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Posts Tagged ‘Portsmouth’

The NH Job Training Fund is a Many Spendored Thing

Tuesday, September 1st, 2015

September is the month when the kids go back to school, the calendar kicks over to fall and no matter how old you are, the conditioning of our minds over all the years of grammar, middle and high school and college puts us in learning mode.

So it may be a good time for your employees to go back to the classroom and learn about latest processes and technology that will keep your business competitive. The New Hampshire Job Training Fund is open to businesses located in New Hampshire and businesses intending to locate here, and who pay quarterly taxes into the state’s Unemployment Trust Fund.

Businesses large and small have received grants and yours can, too.

It’s worth a few moments to see how it helped Destefano Architects of Portsmouth and then give us a call today.

Lorna Colquhoun
Communications Director
Division of Economic Development


5 Questions with High Liner Foods

Friday, March 13th, 2015

High Liner Foods is the largest prepared seafood processing operation in North America. Last year, the company reported $1 billion in annual sales for the first time in its 115-year history and capped a terrific 2014 by moving its US headquarters from Danvers, Mass. to the Pease International Tradeport in Portsmouth.

Keith Decker, president and COO of High Liner Foods, said of moving the business from Massachusetts to New Hampshire, “The relocation and design of the new building will help us serve our customers better and attract and retain the top talent required for continued growth into the future.”

To get some valuable insights into the business relocation process, we interviewed Jim LaBelle, vice president of food service marketing, and Mark Leslie, vice president of business integration and special projects, at High Liner Foods. Both worked directly with Michael Bergeron, senior business development manager at the Division of Economic Development, to facilitate the move.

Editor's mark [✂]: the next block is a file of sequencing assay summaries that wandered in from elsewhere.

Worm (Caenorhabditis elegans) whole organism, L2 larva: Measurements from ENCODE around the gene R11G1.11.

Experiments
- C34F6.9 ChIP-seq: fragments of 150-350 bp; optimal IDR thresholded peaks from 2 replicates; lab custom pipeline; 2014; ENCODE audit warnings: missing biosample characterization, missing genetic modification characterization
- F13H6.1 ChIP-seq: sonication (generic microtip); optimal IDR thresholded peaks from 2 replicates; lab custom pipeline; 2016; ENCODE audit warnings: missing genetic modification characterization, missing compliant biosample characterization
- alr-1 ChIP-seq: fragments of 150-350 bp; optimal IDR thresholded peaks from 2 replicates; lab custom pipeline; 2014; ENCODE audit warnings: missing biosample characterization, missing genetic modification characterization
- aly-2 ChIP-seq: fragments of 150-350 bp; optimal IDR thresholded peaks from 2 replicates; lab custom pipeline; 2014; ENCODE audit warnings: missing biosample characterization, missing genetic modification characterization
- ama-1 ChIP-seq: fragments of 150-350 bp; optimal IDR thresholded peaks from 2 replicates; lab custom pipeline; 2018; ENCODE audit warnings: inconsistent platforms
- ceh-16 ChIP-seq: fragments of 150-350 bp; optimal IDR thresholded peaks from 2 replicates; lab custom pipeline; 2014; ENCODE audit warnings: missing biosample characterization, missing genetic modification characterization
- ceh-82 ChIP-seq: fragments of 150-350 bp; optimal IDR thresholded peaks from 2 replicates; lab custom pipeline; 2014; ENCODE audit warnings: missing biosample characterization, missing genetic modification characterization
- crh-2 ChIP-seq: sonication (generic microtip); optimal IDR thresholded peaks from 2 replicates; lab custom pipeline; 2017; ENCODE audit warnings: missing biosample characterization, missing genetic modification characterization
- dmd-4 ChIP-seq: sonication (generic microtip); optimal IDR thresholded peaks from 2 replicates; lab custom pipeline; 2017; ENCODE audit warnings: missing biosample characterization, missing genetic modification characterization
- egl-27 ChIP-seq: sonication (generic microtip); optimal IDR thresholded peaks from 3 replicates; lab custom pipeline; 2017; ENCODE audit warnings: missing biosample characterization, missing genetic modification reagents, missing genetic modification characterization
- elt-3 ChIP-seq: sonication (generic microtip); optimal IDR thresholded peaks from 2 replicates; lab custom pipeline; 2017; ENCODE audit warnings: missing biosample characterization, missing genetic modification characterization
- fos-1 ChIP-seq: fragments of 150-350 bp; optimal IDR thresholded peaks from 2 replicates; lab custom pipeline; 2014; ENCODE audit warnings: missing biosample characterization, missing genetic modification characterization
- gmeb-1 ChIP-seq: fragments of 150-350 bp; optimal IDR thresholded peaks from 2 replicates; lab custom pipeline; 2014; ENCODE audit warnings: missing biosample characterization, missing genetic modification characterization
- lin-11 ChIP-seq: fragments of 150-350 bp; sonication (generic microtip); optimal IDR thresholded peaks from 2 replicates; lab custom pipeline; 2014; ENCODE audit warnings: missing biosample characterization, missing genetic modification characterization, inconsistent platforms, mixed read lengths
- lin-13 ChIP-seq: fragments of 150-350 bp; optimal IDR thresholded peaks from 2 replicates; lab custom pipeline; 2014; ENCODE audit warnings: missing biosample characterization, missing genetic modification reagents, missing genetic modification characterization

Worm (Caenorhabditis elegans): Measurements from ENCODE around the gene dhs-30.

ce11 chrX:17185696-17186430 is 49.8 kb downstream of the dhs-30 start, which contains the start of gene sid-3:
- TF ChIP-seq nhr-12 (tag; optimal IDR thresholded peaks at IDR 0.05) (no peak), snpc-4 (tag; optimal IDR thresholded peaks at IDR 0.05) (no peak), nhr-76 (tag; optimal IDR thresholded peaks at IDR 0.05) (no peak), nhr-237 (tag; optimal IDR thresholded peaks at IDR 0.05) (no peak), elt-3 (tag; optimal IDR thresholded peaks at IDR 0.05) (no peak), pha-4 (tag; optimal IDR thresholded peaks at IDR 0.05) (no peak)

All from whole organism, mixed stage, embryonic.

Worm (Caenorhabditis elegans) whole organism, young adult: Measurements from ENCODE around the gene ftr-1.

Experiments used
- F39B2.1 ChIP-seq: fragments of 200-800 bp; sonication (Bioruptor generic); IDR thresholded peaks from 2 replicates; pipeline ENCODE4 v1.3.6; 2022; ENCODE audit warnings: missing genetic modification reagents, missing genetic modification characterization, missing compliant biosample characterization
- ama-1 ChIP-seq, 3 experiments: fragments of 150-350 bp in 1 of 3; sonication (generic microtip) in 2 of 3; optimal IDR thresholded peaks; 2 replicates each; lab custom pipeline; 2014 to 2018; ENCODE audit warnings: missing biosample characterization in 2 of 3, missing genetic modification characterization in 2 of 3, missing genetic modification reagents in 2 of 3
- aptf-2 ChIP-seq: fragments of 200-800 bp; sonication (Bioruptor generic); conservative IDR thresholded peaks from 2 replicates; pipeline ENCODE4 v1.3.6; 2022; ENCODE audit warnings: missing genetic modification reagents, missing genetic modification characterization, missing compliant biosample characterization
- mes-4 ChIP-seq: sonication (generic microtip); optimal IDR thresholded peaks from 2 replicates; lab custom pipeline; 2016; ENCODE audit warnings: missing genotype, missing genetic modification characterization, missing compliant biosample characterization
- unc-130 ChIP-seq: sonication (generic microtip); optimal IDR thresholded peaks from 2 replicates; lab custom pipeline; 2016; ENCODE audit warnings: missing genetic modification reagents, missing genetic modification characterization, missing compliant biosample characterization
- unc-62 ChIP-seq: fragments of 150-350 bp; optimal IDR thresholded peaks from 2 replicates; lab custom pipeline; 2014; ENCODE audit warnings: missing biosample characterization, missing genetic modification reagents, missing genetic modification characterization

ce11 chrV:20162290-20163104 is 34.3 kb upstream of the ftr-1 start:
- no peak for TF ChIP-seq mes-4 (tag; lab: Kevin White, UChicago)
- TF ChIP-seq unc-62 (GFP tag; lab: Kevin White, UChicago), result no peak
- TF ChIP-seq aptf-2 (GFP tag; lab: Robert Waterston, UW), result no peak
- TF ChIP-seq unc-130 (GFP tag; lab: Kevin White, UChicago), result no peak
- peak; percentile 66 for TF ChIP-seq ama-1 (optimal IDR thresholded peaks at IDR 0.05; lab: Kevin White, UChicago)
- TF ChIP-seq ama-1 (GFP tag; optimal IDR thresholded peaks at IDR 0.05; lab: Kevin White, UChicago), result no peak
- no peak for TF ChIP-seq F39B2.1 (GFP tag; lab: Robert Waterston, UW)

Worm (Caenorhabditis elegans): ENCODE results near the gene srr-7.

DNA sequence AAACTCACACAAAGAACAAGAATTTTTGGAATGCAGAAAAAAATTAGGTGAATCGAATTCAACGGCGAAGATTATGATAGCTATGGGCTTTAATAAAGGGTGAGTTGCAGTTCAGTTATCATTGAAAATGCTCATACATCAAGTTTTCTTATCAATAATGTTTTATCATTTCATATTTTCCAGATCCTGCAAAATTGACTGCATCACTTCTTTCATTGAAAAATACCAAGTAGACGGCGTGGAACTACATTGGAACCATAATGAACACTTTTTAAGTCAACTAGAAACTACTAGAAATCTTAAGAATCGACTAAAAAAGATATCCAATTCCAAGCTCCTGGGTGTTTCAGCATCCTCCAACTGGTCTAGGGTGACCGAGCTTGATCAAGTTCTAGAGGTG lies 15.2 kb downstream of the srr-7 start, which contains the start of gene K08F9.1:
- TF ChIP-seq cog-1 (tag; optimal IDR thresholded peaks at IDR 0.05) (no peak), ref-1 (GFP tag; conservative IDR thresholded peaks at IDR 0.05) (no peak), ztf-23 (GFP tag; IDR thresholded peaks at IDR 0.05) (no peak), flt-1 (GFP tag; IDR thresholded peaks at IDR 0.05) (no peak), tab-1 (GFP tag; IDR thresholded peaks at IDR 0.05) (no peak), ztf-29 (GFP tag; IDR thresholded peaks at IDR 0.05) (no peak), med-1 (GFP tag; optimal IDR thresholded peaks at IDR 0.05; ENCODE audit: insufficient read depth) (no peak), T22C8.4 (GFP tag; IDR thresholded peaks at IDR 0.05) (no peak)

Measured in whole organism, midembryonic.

High Liner Foods invested $1 million in its test kitchen.

High Liner Foods invested $1 million in its test kitchen.

Thinking back to the beginning of your relocation process, what were the biggest factors that inspired you to explore the idea of relocating?

The biggest factor for us was we sold our existing facility to a company that needed our production space, which we no longer needed. That necessitated a need to find a new office facility for our US headquarters team.

What were the main reasons New Hampshire came out on top for you?

We wanted to be closer to our production facility, which is in Portsmouth. We wanted a modern but affordable solution that could be a showcase facility for our employees and customers. And we wanted a standalone building. New Hampshire rose to the top with all three of our criteria.

You worked with Michael Bergeron at DED during your relocation project. What were two or three of the most helpful things he did for you?

Michael helped us put together an initial meeting with city officials to discuss a couple of outstanding issues before we selected the site, put us in touch with local health officials to work through permitting issues, and explained potential government economic development incentives available to us in New Hampshire. He was invaluable throughout the process.
What advice would you give to other companies exploring a move to another state?